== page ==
The changes to Regulation 28 of the Pensions Fund Act confirmed last week by the Financial Services Board (FSB) have been largely welcomed by local asset managers. The offshore investment limits for pension funds have been increased from 5% to 10% for the rest of Africa, and from 25% to 30% in the rest of the world.
“I think it’s very positive, especially for retirement funds with long-term investment time horizons,” says Quaniet Richards, the head of institutional at Nedgroup Investments. “It’s a fantastic opportunity for them to diversify their portfolios.”
Darryl Moodley, the head of investment consulting at Sygnia Asset Management, says that the industry has been engaging with Treasury for some time to have the limit increased. The change is therefore welcome.
“The South African market comprises a small fraction of the opportunity set of investments available globally, and in an increasing globalised environment, the greater flexibility will enable funds to improve diversification within their investment portfolios; increase exposure to global companies, themes and trends that are not directly available in South Africa; and improve risk management and protect against extreme outcomes in South Africa,” Moodley says.
The greater choice this gives local fund managers and investors must however come with greater responsibility. Exchange-traded fund (ETF) strategist and adviser at etfSA Nerina Visser points to how, for example, very poor investment decisions have been made in the past when advisors, investors or fund managers externalised money based purely on movements in the currency.
“There is so much evidence of investors increasing offshore investments after a period of sharp currency weakness, and no desire to do so once the currency has strengthened,” she points out.
“It’s not about timing the currency, its about the desired investment outcome,” he says. “To time the short term is very hard, and I think the best is to focus on your required outcome and required mandate and ignore the short term volatility in the rand.”
Some South African financial advisers have also been guilty of rushing to externalise their client’s assets based on perceived local political or economic risks, without proper consideration for all of the factors involved in making that decision. Particularly if their clients are going to retire in South Africa and their future liabilities are therefore mostly going to be in rands, they are simply substituting currency risk for other risks in their portfolios.
It’s therefore important for investors to bear in mind that the new limits are not an indication of an optimal asset allocation. The decision about whether or not to invest more offshore should be based on a lot more than simply how much is allowed.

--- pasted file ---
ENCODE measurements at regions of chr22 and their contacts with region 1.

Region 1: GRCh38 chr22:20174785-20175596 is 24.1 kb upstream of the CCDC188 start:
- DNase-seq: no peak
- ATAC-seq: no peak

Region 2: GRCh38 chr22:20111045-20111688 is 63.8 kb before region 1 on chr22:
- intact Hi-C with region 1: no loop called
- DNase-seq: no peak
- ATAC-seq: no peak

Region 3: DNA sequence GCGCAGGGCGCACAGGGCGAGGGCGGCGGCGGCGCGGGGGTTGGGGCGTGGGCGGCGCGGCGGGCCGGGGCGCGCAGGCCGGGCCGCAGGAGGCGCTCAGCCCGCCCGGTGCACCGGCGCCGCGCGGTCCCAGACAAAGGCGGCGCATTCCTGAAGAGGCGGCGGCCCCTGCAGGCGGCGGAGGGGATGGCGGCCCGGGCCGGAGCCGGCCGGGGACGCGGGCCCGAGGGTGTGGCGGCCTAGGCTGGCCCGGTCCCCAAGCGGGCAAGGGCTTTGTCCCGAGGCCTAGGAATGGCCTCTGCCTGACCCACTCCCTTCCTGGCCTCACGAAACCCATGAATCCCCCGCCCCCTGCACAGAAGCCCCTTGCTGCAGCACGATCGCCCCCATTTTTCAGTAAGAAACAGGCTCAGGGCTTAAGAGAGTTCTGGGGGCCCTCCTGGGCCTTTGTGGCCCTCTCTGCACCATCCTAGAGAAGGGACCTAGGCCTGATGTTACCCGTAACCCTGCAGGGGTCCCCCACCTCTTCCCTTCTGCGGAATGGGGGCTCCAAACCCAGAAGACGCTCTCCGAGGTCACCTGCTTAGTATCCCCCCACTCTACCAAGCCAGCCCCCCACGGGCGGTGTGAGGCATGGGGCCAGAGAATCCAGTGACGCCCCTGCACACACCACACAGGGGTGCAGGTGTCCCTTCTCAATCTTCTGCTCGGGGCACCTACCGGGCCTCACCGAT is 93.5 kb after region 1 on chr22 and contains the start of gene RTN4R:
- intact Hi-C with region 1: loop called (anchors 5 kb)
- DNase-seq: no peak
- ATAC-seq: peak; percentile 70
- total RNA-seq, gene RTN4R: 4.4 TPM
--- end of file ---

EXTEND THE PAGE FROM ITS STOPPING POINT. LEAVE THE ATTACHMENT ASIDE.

“I don’t think it’s as simple as saying that the allowance has gone up, so let’s immediately increase our offshore exposure,” says Paul Hutchinson, sales manager at Investec Asset Management. “I think there are a number of factors that anyone would need to consider.”
These include the valuations of different asset classes and where we are in the market cycle.
“Portfolio managers need to be making judicious investment decisions,” Hutchinson says. “We already have multi-asset funds that allow the managers to invest across asset classes and geographies, but in order to do that they need to have the people and research capabilities in place to make those decisions.”
While active managers will now have greater flexibility in their asset allocation, but it’s also worth considering how passive managers who make use of largely static asset allocations will react.
Visser says that etfSA will be reviewing the strategic asset allocation of its retirement annuity portfolios and making adjustments where they believe it is appropriate. Sygnia will be doing the same.
More efficient outcomes
“For portfolios with a long-term horizon, traditional portfolio construction methodologies suggest that a global allocation of 30% to 40% results in more efficient outcomes,” says Moodley. “We would agree that the 30% limit is closer to our ideal offshore allocation and would certainly utilise the full 30% allowance when we deem the outlook and valuations of the various offshore markets to be attractive on a relative basis.”
That is however not the case at the moment, as Sygnia believes that prospects for South African risk assets are better now than in other global markets. They will therefore be keeping their offshore exposure below 25% for the time being.
In its more conservative funds, however, Sygnia is less likely to move more assets offshore.
“For portfolios with a low to medium horizon, where the management of risk and short-term volatility is critical, it is unlikely that we will utilise the full 30% offshore allowance,” Moodley adds. “However this would depend on the prevailing market conditions. Currently, we are comfortable with a exposure remaining below 20%.”
Where investors are unlikely to see any changes, however, is in the exposure that funds have to the rest of Africa. Even though the allowance has been doubled from 5% to 10%, exposure will remain limited.
“There are very few retirement funds currently utilising the full 5% allowance, and it is unlikely that this will change on the back on the increase,” Moodley says.
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